She asked me where the bathroom was and I pointed around the corner, apologizing for the lack of hot water. She walked past me smiling the same smile she stopped me with at the bookstore and in a moment I heard the water running. I told her through the door that I really wished that she could be Ok with our evening and that I didn’t want her to feel like she had to anything she didn’t want to do. She didn’t say anything.

I picked up my guitar and sat in a chair, leaning back on two legs against the wall. I played something sweet and noticed that my fingers had a firm heaviness to them. The music in that moment was calm and warm and I felt a downward push on my shoulders like an overabundant gravity. I enjoyed the feeling and relaxed into it, admiring the sound of the individual notes and they rippled away into the empty room. I decided I was happy for the company one way or another and to drop any expectations. I noticed that I didn’t feel sad or angry at this and this pleased me very much. I could hear that the water had stopped and I guessed she was listening to the music. I hoped that she liked it and that we would have a nice evening together. A minute later she came out of the bathroom wearing only her blouse and made a small scream as she climbed on my lap. We did.

Sun, 31 Mar 2002 00:41:22 -0800 (PST)
Sounds good. I never made it out of Pinsk yesterday. Went to say goodbye to Tatyana, and never got out of town at all. Maybe tomorrow- Humans rights superceded by a beautiful knig shop girl. So much for the revolution. Sweet sadness...what can I say?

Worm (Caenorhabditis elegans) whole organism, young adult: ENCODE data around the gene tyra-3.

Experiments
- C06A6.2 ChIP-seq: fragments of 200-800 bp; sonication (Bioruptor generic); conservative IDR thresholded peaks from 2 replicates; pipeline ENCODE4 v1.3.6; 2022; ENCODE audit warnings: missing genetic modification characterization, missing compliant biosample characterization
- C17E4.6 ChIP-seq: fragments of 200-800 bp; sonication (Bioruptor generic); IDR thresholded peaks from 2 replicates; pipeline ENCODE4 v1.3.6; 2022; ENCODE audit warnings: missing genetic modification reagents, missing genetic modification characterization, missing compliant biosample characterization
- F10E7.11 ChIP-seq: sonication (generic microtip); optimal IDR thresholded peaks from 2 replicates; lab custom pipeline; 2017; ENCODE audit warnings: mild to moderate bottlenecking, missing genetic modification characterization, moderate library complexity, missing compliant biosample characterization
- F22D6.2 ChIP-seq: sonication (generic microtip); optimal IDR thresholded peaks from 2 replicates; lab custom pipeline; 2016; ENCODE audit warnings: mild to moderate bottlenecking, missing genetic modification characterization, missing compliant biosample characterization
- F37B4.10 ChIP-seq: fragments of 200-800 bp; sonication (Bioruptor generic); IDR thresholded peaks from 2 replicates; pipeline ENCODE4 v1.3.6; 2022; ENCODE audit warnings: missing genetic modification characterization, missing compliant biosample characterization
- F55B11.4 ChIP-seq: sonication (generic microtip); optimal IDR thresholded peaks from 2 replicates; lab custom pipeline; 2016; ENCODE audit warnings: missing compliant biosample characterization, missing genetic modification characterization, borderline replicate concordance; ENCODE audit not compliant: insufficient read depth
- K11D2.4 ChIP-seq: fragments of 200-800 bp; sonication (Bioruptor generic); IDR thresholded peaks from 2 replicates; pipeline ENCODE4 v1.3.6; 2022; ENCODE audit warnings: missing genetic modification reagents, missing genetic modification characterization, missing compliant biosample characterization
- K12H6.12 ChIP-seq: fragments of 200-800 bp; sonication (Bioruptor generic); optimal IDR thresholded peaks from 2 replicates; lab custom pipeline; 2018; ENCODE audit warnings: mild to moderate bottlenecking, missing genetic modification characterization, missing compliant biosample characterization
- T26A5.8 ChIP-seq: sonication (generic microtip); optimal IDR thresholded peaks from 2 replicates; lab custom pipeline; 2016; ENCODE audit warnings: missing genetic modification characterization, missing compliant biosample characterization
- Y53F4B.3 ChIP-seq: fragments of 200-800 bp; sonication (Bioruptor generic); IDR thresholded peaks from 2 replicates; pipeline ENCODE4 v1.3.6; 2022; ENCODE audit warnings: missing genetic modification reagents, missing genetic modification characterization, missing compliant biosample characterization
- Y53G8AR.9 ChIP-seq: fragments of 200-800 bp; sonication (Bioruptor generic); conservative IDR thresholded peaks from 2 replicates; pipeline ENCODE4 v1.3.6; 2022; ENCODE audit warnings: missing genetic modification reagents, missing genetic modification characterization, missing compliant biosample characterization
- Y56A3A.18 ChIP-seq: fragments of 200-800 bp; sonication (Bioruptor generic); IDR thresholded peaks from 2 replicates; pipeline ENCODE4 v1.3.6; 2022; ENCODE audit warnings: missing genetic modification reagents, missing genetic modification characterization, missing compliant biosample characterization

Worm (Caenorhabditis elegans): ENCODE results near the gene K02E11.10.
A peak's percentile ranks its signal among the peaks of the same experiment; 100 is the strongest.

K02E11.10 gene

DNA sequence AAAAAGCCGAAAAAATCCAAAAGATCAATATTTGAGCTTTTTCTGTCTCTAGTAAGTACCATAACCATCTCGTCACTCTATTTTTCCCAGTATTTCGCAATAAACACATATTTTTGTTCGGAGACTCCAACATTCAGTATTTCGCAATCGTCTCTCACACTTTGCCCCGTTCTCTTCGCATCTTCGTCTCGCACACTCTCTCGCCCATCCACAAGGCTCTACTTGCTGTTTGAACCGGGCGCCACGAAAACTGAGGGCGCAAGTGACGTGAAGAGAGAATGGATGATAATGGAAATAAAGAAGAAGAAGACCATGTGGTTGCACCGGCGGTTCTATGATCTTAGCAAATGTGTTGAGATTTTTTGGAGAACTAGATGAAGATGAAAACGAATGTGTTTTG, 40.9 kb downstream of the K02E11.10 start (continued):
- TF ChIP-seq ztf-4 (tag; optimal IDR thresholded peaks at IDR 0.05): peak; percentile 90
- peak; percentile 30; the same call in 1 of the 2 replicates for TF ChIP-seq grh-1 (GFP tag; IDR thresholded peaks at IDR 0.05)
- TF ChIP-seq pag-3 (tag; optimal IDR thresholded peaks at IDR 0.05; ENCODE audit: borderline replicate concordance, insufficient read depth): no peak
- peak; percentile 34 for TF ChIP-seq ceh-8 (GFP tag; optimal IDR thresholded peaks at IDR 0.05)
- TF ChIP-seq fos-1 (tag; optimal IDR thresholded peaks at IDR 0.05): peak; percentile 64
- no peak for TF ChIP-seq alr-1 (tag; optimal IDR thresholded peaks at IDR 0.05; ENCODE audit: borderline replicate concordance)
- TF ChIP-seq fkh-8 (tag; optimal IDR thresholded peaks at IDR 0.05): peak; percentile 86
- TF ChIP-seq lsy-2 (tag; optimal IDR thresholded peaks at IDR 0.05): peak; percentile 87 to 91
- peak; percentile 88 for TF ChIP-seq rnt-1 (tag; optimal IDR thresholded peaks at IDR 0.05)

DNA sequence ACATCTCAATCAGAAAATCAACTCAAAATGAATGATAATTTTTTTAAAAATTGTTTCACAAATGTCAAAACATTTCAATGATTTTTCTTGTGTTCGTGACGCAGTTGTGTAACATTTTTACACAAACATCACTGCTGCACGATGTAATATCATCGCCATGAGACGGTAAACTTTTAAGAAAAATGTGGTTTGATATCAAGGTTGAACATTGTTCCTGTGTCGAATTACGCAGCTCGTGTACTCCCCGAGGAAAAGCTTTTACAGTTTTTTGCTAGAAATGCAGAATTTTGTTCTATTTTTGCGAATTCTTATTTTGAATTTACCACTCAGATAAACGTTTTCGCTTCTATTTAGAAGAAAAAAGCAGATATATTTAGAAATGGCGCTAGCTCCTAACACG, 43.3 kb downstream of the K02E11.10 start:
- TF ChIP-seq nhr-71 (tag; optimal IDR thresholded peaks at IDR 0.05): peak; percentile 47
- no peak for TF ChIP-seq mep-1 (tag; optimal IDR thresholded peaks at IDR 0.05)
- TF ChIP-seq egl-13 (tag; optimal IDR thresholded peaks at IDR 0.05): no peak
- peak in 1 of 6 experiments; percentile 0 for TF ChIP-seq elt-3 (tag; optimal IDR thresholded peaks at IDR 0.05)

Sun, 31 Mar 2002 23:05:40 -0800 (PST)
Ah life...still in Pinsk. Got caught up in something important and stayed two more days. Though I really am going to Brest today and back to Poland on Wednesday. Really. No really!!

So, I made friends with the theatre here in Pinsk. We traded scripts, and maybe we talk. I don't know anything, but maybe something maybe no. and last night at the hotel I had one of those really great moments that you wait maybe ten years for in life-no joke:

So, I have this cool translator program for Russian/English in my computer. It is not perfect you know, but it makes things comprehensible very quickly. So I ran the two scripts through the machine and got back some quasi gibberish English, that is, like I say, understandable, but must be rearranged or re worded before an English speaking audience can understand anything. So anyway, the computer does maybe 95% of the work of getting the words in English, but I must still do a lot of editing before it is a readable thing in English.

So, anyway, I am reading through one of the scripts very late last night. The only light in the room the bluish white glare from the computer screen, and there is a word I just do not understand. It says something about a character in the play being in the costume of "Yeva" and I just do not understand this word, it is not in the computer and it is not in my dictionary, and so I ask Tatiana what this word is, and she comes over from my bed and says gesturing with her hands at her own body "it says she is dressed in the costume of EVE. Just like this."

And you know, really, that'll work. You know?

Sun, 31 Mar 2002 23:14:33 -0800 (PST)
Hey Uladzimir,

I am sorry if I drive you crazy. I ran into some problems in leaving Pinsk, and so I stayed on an extra two days. I am on the three o'clock train this afternoon and will be in Brest for tomorrow. If you have time, I very much want to have a talk with you about things. I'll be there at the hotel, or I'll call you office after I get settled.

Cheers and I am sorry if I caused you any problems,